Pasquotank Commissioners hire a lobbyist
ELIZABETH CITY — At the finance committee meeting on Monday, the lobbying firm of Joseph McClees Inc. made a pitch to the Pasquotank County Commissioners for the firm to represent the county’s interests before the General Assembly. The proposed three-year contract provides for compensation of $15,000 for year one, $25,000 for year two, and $30,000 for year three.
The firm, based in Oriental, N.C, is a husband and wife team. Mrs. McClees is a trial lawyer by training. Current clients for McClees include the nearby counties of Camden and Currituck.
Chairman Winslow stated that he had spoken with the county mangers in these counties to verify that they were satisfied with the services that this firm provides. The area’s state legislator, Rep. Bob Steinburg describes the firm as effective and hard workers.
So why did Pasquotank County decide this service was needed? The commissioners claim to have been blind-sided by a piece of proposed legislation and they wanted someone close to the action in the legislature that can keep an eye on proposed legislation and let the commissioners know what might be coming their way.
The fee structure provides an opportunity for the lobbyist to build a relationship with the county at a lower cost and grow into the higher fee. But this is a three-year agreement with no “out clause,” which was suggested by Commissioner Frankie Meads – if elected officials, at some point in the future, wanted to forego the use of lobbyists.
The Commissioners and Mr. McClees discussed the possibility of his firm assisting them with marketing our county to prospective businesses seeking to expand in Virginia that might seek to locate here. One must wonder that if this becomes part of the services provided, if the county will still need an economic developer?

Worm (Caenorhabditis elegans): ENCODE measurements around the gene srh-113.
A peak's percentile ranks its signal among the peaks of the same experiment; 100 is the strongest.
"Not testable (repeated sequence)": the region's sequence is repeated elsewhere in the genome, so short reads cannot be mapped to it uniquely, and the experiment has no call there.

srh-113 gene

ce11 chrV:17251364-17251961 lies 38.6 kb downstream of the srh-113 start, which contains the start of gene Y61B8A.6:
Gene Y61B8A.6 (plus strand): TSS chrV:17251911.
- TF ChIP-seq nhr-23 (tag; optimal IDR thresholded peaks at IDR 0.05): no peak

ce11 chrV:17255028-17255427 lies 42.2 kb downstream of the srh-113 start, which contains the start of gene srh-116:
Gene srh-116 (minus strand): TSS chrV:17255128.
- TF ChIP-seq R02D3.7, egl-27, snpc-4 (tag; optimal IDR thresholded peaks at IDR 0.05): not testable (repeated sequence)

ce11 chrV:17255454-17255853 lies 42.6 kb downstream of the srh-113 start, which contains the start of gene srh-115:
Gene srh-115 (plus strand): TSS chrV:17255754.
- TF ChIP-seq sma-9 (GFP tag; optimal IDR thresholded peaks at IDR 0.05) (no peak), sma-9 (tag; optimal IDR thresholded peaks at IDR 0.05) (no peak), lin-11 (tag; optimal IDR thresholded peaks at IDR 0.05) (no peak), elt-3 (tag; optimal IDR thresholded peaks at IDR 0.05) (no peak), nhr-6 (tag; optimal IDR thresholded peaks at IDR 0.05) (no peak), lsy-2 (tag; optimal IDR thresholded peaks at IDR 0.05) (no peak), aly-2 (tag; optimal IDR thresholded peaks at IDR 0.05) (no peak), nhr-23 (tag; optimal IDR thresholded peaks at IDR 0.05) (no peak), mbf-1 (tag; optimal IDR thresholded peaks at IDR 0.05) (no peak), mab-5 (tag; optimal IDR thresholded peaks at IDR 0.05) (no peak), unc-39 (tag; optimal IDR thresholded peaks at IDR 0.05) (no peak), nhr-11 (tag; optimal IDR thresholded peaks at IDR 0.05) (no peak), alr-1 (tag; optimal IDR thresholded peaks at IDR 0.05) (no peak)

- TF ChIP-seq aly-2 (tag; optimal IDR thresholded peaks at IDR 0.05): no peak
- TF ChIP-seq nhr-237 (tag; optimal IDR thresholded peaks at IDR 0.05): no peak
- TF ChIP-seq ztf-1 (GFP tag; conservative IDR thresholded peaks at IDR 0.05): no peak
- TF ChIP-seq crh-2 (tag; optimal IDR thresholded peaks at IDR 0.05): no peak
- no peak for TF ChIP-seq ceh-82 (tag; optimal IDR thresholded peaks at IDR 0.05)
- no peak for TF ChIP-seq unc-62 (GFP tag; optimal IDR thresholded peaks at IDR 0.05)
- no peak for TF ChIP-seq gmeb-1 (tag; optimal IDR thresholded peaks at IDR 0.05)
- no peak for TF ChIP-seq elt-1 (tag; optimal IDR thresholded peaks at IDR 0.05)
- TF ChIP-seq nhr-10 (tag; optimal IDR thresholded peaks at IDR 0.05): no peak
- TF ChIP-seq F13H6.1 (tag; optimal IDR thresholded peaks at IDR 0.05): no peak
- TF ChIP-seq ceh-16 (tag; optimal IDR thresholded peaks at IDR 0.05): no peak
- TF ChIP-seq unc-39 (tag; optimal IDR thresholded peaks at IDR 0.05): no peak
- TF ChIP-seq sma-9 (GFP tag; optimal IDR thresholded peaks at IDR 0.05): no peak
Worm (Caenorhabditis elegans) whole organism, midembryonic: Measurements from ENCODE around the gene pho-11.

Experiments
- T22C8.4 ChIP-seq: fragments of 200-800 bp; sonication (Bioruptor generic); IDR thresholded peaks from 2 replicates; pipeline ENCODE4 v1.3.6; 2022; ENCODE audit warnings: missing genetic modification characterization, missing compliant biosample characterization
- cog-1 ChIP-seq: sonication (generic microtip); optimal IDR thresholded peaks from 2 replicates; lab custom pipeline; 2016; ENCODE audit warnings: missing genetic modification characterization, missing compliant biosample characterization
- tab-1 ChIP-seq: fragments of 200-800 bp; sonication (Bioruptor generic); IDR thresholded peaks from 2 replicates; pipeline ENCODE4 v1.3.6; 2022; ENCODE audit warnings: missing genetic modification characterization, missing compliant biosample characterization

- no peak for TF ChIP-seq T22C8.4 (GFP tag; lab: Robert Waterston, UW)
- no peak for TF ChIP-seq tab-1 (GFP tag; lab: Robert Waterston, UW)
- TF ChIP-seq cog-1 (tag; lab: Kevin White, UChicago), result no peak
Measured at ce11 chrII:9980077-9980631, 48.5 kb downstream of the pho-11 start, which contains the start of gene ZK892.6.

During a recent interview with County Commission Chairman Joe Winslow, economic development was a major topic of discussion. He stated that the future of Northeastern North Carolina was more closely aligned with southeastern Virginia than it was to Raleigh. We agree. But when asked what development efforts were being pursued in Virginia, the answer was none. Instead of waiting for the phone to ring, our economic developer needs to focus his efforts on becoming involved in the business community in Virginia and spend the majority of his time and effort to market the Elizabeth City area to employers and business owners.
We question the value of expenditures for lobbying efforts of this type. It appears that a lobbyist does nothing for our county commissioners that they could not do for themselves. If they went to Raleigh periodically, they could meet with their elected representatives and learn firsthand what legislation is coming down the line. There are lists of proposed bills that go to the legislators. Therefore, our commissioners could obtain the information and avoid being ‘blindsided,” without having to pay a third party to monitor legislative affairs.
In other business, the commissioners spoke about the hard work of the county staff in preparing the recent budget. In particular, Commissioner Griffin spoke about the need of preparing for next year’s budget as soon as possible because the spending that was denied this year has not gone away. We agree with this statement, but at no point did he speak about any spending reductions.
So while we achieved a balanced budget this year, it was accomplished through failing to approve requested funding by the School Board and College of the Albemarle, plus substantially reducing our reserve fund – an option this is unlikely to be available next year.